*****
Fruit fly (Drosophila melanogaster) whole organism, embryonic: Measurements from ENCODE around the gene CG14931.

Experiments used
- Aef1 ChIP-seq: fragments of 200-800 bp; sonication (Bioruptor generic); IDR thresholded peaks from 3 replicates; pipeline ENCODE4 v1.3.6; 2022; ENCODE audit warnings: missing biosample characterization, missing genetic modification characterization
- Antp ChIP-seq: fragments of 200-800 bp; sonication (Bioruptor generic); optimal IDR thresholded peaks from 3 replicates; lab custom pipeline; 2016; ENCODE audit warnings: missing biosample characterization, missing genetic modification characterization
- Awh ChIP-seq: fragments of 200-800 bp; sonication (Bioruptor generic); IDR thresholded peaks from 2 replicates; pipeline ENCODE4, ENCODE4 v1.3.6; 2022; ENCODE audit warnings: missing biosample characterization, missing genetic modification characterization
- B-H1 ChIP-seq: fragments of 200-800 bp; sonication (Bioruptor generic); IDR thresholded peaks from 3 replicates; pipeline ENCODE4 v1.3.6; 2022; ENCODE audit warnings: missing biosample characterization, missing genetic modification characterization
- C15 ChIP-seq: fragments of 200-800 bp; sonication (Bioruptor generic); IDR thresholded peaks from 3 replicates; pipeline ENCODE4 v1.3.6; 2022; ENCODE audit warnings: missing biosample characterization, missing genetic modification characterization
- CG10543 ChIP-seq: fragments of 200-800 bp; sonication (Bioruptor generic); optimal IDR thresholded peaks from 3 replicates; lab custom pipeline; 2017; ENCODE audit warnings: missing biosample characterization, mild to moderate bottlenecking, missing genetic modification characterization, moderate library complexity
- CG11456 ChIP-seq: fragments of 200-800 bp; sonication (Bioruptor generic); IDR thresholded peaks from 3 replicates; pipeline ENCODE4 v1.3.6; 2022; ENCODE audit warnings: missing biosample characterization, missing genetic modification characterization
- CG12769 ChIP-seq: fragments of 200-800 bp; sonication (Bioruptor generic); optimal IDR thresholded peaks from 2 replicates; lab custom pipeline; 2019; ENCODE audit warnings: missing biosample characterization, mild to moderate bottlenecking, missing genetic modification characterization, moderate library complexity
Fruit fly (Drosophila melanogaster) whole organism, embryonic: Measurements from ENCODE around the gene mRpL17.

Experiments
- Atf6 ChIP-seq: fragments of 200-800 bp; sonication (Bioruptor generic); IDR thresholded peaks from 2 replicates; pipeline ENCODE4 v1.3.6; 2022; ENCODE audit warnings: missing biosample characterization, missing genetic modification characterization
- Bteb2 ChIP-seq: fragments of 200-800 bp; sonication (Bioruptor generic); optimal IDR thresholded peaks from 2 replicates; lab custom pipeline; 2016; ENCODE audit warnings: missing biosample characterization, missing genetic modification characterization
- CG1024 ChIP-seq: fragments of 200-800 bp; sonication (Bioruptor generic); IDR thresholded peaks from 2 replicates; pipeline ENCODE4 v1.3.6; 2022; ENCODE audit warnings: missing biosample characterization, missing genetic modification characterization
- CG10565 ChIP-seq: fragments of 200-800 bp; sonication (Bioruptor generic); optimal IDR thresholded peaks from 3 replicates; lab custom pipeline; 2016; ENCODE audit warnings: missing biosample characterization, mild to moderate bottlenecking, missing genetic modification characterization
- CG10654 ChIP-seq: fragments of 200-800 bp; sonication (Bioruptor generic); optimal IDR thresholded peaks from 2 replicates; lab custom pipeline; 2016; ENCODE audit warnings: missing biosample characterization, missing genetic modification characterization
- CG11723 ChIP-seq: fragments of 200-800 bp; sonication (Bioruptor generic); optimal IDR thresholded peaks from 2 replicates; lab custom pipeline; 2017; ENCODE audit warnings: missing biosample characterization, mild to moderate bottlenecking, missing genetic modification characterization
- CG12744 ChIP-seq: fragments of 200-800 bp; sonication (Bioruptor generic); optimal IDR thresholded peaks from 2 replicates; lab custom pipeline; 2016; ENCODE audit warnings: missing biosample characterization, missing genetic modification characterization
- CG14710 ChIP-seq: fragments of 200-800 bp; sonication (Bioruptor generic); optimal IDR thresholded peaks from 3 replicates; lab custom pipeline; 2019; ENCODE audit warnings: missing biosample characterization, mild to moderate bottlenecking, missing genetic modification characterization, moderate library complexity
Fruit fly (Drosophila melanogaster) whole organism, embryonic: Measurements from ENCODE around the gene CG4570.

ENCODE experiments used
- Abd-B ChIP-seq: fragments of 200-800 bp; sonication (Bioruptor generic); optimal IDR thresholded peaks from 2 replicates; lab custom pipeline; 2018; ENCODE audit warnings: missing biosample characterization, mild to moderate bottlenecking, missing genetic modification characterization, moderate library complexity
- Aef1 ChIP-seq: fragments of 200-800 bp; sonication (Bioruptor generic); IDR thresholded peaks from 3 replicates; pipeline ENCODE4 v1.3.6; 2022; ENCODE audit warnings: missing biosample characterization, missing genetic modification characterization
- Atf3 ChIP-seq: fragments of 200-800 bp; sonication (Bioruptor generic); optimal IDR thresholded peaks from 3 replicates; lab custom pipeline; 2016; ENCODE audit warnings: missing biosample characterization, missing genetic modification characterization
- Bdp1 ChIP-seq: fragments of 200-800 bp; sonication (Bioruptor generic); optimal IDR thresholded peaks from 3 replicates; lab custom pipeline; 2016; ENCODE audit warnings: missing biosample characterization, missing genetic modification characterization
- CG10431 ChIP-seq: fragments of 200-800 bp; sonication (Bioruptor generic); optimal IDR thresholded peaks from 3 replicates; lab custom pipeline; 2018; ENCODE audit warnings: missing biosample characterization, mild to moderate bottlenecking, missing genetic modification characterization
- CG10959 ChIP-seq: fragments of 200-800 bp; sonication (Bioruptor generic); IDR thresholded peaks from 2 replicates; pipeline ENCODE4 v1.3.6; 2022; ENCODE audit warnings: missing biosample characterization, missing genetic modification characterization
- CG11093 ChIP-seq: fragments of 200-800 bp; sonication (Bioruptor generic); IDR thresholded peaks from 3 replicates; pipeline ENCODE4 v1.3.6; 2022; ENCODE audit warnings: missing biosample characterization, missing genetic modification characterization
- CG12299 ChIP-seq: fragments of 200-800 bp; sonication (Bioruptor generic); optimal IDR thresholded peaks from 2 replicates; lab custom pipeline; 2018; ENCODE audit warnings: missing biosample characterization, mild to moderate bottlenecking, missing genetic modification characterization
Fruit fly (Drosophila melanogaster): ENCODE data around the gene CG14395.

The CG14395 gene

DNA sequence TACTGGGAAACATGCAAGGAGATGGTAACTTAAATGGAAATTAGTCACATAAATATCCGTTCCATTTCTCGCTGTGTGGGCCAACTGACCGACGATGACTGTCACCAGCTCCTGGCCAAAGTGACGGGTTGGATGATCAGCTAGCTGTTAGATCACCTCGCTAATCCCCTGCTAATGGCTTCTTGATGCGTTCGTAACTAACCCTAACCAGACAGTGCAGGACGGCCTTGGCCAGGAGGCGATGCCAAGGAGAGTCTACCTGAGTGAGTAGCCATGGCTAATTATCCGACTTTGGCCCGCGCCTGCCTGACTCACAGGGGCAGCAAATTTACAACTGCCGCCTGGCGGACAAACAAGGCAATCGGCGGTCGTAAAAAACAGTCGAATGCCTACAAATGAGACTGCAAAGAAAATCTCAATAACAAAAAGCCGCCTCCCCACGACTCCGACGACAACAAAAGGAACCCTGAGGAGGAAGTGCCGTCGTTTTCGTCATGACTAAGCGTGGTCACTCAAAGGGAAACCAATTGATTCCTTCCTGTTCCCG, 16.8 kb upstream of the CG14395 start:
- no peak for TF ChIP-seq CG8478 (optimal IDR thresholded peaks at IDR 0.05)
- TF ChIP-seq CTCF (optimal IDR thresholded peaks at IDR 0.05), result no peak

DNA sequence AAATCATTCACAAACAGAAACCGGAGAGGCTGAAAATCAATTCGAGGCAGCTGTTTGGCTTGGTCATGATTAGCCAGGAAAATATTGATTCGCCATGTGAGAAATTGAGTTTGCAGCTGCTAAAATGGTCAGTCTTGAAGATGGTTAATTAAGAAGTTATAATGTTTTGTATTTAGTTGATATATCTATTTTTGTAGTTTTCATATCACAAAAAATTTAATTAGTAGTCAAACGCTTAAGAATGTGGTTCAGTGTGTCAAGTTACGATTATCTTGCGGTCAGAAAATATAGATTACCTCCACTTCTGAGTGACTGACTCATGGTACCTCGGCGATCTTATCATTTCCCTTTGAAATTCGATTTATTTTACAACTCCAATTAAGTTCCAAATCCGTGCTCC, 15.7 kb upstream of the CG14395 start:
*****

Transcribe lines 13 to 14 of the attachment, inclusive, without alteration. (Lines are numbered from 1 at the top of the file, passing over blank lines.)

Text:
- Atf6 ChIP-seq: fragments of 200-800 bp; sonication (Bioruptor generic); IDR thresholded peaks from 2 replicates; pipeline ENCODE4 v1.3.6; 2022; ENCODE audit warnings: missing biosample characterization, missing genetic modification characterization
- Bteb2 ChIP-seq: fragments of 200-800 bp; sonication (Bioruptor generic); optimal IDR thresholded peaks from 2 replicates; lab custom pipeline; 2016; ENCODE audit warnings: missing biosample characterization, missing genetic modification characterization